Just hours after a former Democratic candidate in Nevada accused former Vice President Joe Biden of inappropriate sexual conduct during a 2014 campaign event, the 76-year-old prospective 2020 presidential candidate issued a statement Sunday strongly denying wrongdoing -- but promising to "listen respectfully" to any accusations of misconduct.

Nevada lieutenant governor candidate Lucy Flores alleged in an article Friday that Biden "plant[ed] a big slow kiss on the back of my head." In a statement shortly afterward, a Biden spokesperson denied that the vice president or his staff had been aware that Flores was uncomfortable.

"In my many years on the campaign trail and in public life, I have offered countless handshakes, hugs, expressions of affection, support and comfort," Biden said in his own statement Sunday. "And not once -- never -- did I believe I acted inappropriately.  If it is suggested I did so, I will listen respectfully. But it was never my intention."

Biden added: "I may not recall these moments the same way, and I may be surprised at what I hear. But we have arrived at an important time when women feel they can and should relate their experiences, and men should pay attention. And I will.


"I will also remain the strongest advocate I can be for the rights of women," he continued. "I will fight to build on the work I’ve done in my career to end violence against women and ensure women are treated with the equality they deserve. I will continue to surround myself with trusted women advisers who challenge me to see different perspectives than my own. And I will continue to speak out on these vitally important issues where there is much more progress to be made and crucial fights that must be waged and won.”

Speaking to CNN's "State of the Union" on Sunday following Biden's statement, Flores remarked, "I'm glad that he's willing to listen. ... If he is saying he never believed that was inappropriate, then frankly I believe that's a little bit of a disconnection. And ... a sense of not being aware."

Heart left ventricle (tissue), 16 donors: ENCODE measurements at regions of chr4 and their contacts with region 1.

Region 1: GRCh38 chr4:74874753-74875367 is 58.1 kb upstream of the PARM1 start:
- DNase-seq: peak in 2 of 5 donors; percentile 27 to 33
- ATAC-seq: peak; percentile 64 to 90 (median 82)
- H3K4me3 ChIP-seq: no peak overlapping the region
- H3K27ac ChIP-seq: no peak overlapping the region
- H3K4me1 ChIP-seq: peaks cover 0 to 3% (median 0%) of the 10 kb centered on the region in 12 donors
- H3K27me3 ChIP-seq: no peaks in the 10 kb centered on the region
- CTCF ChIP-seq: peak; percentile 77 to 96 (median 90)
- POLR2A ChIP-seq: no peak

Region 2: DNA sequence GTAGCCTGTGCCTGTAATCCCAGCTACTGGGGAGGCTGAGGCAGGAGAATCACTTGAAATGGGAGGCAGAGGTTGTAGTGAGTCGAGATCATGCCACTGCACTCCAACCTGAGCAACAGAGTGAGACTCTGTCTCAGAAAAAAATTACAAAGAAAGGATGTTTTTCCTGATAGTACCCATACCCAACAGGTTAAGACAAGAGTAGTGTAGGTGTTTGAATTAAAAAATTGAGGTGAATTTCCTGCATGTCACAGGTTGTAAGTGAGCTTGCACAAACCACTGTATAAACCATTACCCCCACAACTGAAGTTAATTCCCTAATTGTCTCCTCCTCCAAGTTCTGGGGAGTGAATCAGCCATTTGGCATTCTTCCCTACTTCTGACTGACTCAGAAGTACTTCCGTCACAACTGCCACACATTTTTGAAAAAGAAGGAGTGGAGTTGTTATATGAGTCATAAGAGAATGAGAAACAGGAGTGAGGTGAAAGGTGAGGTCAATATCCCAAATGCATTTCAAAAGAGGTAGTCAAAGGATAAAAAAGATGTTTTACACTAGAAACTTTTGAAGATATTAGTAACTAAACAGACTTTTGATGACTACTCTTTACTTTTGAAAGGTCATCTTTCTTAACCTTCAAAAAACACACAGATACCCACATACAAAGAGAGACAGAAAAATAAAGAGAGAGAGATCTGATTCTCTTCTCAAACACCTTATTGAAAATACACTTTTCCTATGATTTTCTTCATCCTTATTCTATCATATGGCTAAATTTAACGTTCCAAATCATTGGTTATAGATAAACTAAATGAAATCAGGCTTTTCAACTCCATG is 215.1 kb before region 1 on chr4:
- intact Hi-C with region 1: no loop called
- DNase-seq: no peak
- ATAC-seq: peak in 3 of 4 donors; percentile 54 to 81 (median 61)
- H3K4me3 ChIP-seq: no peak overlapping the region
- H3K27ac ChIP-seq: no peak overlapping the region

Flores continued: "I want him to change his behavior and I want him to acknowledge that it was wrong."

The episode has led to a flood of pictures showing Biden with various women at campaign events and other administration functions surfacing on social media.

A Vox.com piece published on Friday titled, "Lucy Flores isn’t alone. Joe Biden’s got a long history of touching women inappropriately" catalogued several alleged episodes of misconduct by the former vice president, and asserted that "the media gave Biden a pass for years. It won’t in 2020."

"Biden’s been caught on camera embracing a female reporter from behind and gripping her above her waist, just below her bust," Laura McGann wrote in the article. "At a swearing-in ceremony for Defense Secretary Ash Carter, Biden put his hands on the shoulders of Stephanie Carter, Carter’s wife, and then leaned in and whispered into her ear. (He’s whispered into many women’s ears.) He’s also touched women’s faces and necks during other photo-ops. Once at a swearing-in ceremony for a US senator, he held the upper arm of the senator’s preteen daughter, leaned down and whispered into her ear, as she became visibly uncomfortable. Then he kissed the side of her forehead, a gesture that made the girl flinch."


Speaking to "Fox News Sunday," White House adviser Kellyanne Conway told host Chris Wallace: "First of all, this woman Lucy is very bold to come forward, and I would remind the audience that she shares Joe Biden’s political party. He was there to help to Democratic Party of Nevada, and her candidacy, so it’s quite bold for her to go up against the highest levels of her own political party."

Conway continued: If anybody just types in ‘Creepy Uncle Joe Videos,’ you come up with a treasure trove of far more evidentiary information and videos than we saw when Brett Kavanaugh's nomination was trying to be derailed ... and his family being destroyed by folks who had no evidence of what had allegedly happened 34 years earlier. I think Joe Biden has a big problem here, because he calls it affection and handshakes -- his party calls it completely inappropriate."

Meanwhile, several other Democratic 2020 presidential hopefuls -- including Bernie Sanders, Kamala Harris and Kirsten Gillibrand -- are also defending their self-professed commitment to the ideals of the #MeToo movement against a series of accusations they recently mismanaged sexual-misconduct claims against their subordinates.

As the three prominent senators each have sought to draw a sharp contrast with President Trump, who has faced his own misconduct allegations, the claims highlighted vulnerabilities that could become major liabilities not only in a heated Democrat Party primary, but also in the general election.

Fox News' Elizabeth Zwirz and Mike Emanuel contributed to this report.